Given the technology involved with automated vehicles, holding vehicle makers or testers liable typically requires expert witnesses. Their evaluation and testimony centers on highly detailed and technical computer and mechanical aspects of vehicle operations. You may find evidence of the company’s knowledge or notice of defects or issues from reports filed with the National Highway Traffic Safety Administration (NHTSA) or the Washington State Highway Patrol. Automated car makers must report accidents to NHTSA. In Washington, testing companies must give notice of crashes and moving violations such as running a red light.
Insurance For Testing Companies
Companies that manufacture, test, or sell defective self-automated vehicles, especially those in the start-up phases, may lack the ability to pay judgments or settlements.
Effective January 1, 2023, Section 46.30.050 of the Revised Code requires that companies testing automated vehicles carry an “umbrella liability policy” of at least $5 million per accident. Prior to the law, such testers needed only $25,000 per occurrence liability coverage that applies to owners of passenger vehicles.
An insurer providing umbrella coverage pays over and above the underlying insurance. That means those injured by an automated vehicle will still pursue up to the limits of the initial liability policy. The umbrella coverage fills the gap between your total damages and what the initial liability insurance pays. For instance, with $500,000 in medical bills, lost wages, pain and suffering, and other damages, the testing company’s liability insurer pays $25,000. From the umbrella coverage, you get $475,000 ($500,000 less the $25,000).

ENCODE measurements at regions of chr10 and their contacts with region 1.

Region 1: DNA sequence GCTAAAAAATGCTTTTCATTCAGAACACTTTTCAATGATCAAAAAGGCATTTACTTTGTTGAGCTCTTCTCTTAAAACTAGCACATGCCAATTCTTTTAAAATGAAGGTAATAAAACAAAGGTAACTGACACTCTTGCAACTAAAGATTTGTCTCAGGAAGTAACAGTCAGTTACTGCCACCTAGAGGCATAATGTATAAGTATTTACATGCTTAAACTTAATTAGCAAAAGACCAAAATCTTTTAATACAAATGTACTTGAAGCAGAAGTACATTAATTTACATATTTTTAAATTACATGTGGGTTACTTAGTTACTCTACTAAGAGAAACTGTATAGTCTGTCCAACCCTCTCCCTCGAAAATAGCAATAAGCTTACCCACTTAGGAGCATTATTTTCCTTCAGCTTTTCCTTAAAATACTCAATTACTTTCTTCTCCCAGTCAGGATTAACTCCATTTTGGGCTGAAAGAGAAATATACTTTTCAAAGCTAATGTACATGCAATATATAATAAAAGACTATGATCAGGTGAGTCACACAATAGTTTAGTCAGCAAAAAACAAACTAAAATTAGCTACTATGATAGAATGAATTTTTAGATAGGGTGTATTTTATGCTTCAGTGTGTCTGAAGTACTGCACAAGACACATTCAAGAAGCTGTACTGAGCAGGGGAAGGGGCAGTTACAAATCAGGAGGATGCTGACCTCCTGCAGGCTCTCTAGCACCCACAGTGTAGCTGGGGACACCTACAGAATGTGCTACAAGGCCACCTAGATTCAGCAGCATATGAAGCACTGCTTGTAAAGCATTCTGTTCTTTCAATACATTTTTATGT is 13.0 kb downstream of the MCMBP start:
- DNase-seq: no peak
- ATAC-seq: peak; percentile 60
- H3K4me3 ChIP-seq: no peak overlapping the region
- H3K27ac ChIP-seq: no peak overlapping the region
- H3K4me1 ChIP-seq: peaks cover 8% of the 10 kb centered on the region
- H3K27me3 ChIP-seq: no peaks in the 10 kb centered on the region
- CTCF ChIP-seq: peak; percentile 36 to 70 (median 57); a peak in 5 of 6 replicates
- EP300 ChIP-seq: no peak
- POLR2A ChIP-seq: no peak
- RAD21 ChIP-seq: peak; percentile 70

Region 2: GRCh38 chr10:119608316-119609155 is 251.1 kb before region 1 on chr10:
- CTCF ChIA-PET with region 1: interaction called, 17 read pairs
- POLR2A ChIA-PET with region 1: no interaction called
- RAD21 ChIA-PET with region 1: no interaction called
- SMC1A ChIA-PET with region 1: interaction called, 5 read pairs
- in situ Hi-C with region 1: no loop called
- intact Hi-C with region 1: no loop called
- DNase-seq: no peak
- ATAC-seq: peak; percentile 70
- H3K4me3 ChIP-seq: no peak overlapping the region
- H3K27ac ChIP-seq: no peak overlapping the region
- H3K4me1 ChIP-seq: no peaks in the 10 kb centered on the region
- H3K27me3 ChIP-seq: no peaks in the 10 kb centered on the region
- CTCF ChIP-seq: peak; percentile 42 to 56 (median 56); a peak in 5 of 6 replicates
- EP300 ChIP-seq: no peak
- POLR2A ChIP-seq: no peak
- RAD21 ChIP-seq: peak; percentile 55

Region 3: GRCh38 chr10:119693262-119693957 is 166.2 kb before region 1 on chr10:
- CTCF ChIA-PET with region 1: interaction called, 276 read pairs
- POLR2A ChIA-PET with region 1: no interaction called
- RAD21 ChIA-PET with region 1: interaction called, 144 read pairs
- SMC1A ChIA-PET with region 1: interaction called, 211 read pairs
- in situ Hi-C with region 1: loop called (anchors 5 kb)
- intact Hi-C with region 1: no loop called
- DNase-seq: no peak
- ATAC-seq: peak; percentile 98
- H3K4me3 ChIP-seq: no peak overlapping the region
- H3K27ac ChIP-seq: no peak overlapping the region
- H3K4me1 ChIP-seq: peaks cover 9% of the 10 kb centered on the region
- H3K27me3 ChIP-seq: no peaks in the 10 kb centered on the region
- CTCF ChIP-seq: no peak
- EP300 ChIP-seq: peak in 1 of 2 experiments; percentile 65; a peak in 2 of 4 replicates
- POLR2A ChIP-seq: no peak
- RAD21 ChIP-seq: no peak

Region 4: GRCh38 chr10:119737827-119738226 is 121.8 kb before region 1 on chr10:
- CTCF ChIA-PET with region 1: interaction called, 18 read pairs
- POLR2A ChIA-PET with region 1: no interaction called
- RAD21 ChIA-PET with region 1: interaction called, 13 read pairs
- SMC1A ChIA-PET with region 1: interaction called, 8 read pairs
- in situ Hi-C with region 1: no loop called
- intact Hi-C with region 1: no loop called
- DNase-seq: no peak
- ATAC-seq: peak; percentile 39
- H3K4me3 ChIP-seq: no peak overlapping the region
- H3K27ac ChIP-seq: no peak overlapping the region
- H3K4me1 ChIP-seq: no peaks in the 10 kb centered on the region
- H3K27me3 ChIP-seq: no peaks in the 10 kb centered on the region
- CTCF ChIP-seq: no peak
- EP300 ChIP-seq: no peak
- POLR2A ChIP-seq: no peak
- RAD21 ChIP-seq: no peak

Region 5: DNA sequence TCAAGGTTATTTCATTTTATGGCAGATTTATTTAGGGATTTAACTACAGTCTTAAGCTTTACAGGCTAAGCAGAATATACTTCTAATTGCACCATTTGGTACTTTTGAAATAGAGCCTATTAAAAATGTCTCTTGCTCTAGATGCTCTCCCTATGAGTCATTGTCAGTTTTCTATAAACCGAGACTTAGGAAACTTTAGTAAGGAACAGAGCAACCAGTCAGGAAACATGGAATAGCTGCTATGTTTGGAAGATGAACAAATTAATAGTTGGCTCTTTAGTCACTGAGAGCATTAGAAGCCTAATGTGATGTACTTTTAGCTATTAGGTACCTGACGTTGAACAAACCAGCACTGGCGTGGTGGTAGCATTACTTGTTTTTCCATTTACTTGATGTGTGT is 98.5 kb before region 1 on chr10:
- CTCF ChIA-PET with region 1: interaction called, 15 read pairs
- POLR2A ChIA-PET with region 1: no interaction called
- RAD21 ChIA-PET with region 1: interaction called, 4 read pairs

If you are injured by an automated vehicle not owned by a testing company, you cannot benefit from the $5 million umbrella policy mandate. For self-driving vehicles owned by private people, Washington requires only the $25,000 in liability coverage. If your damages exceed $25,000, you will need to pursue the underinsured motorist coverage on your vehicle. Your automobile insurer must offer it, but you may reject it. Not taking uninsured or underinsured motorist coverage places you at risk of inadequate compensation for your injuries.
Liability of Drivers
According to an IOT World Today report, almost all accidents involving self-driving vehicles had human error as the culprit. The study examined 187 crashes with an autonomous vehicle. Problems with the car itself contributed to only two. Mistakes by drivers of the autonomous or other vehicles or pedestrians accounted for the other 185 crashes studied.
The operator of the autonomous vehicle acts negligently by failing to follow the reasonably clear operating instructions. A driver who ignores the vehicle’s warning to brake, reduce speed, or turn may rear-end, t-bone, or hit head on another vehicle. Those who operate automated and non-automated vehicles neglect to perceive oncoming traffic or objects, often assuming that the self-driving systems will avoid crashes.
The acts of negligence by drivers include:
• Running a stop sign or red light
• Failing to yield the right of way
• Unsafe turns or lane changes
• Operating the vehicle while on notice of defective brakes, lights, or
Whatever the type of car, operator negligence and inattention often result from distracted or impaired driving. Personal injury attorneys look for evidence of such driving and the causes of the crash from:
• Observations of alcohol use or the driver’s impaired condition
• Accident reports
• Wireless phone records
• Social media posts during or around the time of the crash
• Witness statements
• Videos and photographs from cellphones or smartphones
• Vehicle data from the vehicle’s recording device
* Video from cameras on nearby buildings or other structures